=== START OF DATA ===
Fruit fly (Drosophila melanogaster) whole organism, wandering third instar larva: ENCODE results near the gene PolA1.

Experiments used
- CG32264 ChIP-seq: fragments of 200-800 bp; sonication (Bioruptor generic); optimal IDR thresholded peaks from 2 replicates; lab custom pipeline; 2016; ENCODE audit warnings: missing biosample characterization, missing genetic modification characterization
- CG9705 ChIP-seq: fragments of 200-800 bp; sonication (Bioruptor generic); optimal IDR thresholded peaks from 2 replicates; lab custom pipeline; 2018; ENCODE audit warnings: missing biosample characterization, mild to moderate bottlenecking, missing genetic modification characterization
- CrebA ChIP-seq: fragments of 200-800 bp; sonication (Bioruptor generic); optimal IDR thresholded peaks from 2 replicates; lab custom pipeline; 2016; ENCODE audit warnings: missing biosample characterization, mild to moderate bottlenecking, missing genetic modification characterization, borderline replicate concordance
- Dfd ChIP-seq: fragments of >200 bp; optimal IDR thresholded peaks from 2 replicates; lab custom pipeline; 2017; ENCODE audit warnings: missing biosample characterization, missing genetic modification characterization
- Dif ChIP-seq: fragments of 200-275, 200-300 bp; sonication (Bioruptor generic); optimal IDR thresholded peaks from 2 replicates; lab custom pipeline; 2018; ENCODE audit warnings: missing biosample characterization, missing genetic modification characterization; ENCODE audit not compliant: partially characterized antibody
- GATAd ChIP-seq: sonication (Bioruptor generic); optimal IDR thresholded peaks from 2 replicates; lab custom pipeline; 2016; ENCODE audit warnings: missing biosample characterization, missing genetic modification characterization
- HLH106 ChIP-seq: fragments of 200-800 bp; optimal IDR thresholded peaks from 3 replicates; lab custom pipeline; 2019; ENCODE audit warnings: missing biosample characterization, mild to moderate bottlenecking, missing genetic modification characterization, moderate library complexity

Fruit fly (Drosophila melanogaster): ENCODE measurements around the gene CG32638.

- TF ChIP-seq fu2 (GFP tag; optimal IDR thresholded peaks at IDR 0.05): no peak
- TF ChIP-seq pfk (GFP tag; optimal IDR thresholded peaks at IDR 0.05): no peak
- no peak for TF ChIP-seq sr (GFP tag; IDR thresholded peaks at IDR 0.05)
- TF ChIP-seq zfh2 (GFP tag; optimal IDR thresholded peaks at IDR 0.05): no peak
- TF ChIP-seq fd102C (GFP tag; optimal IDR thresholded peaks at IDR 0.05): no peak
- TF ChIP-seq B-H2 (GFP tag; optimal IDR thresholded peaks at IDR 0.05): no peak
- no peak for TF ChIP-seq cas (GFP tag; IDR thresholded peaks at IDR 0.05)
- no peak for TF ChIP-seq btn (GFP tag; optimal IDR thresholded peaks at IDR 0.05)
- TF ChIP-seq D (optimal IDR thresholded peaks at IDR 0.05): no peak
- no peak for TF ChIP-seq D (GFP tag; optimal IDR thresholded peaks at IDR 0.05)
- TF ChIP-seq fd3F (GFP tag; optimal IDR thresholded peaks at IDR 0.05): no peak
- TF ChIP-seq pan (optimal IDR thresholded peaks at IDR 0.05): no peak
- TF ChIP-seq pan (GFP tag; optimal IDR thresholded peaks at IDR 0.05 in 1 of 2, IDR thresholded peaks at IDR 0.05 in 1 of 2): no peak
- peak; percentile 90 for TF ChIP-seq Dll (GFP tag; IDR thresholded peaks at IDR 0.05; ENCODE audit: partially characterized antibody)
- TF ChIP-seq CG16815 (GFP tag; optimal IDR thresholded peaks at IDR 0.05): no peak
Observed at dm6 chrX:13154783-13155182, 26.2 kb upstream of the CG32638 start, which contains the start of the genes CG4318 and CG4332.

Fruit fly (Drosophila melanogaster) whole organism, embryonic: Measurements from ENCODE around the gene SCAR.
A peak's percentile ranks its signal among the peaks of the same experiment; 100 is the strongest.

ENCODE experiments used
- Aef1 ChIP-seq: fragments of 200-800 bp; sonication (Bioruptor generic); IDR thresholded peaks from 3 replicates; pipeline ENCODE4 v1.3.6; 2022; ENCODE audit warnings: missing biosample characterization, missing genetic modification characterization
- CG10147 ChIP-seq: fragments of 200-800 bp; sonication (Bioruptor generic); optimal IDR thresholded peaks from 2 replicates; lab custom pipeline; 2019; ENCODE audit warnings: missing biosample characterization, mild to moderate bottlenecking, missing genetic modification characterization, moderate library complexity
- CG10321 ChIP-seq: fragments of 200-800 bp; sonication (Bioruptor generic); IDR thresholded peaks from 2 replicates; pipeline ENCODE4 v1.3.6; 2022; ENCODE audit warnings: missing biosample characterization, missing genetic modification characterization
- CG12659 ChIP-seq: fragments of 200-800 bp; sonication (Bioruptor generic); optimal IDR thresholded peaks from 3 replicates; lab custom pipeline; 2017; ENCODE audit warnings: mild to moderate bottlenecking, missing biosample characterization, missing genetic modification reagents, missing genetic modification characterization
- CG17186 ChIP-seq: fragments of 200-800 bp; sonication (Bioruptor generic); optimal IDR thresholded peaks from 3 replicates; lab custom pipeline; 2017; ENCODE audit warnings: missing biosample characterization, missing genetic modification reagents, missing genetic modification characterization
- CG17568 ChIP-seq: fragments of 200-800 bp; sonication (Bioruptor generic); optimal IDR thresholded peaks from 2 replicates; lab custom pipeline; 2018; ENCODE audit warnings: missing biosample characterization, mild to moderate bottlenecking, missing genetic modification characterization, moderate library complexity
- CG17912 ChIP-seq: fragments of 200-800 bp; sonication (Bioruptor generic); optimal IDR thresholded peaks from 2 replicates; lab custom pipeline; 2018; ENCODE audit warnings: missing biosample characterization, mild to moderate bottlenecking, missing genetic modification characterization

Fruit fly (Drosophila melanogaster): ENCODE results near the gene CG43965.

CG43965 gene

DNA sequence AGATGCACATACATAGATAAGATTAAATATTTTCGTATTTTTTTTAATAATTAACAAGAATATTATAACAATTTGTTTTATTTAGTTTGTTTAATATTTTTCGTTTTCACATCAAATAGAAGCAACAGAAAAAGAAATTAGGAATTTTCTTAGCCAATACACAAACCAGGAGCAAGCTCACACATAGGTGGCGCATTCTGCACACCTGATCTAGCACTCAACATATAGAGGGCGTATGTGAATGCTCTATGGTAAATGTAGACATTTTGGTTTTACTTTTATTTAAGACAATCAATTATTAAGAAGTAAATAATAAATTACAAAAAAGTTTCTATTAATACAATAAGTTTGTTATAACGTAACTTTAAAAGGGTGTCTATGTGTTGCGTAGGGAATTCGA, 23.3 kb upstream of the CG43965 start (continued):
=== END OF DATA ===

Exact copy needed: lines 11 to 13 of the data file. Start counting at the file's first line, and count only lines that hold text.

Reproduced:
- TF ChIP-seq fu2 (GFP tag; optimal IDR thresholded peaks at IDR 0.05): no peak
- TF ChIP-seq pfk (GFP tag; optimal IDR thresholded peaks at IDR 0.05): no peak
- no peak for TF ChIP-seq sr (GFP tag; IDR thresholded peaks at IDR 0.05)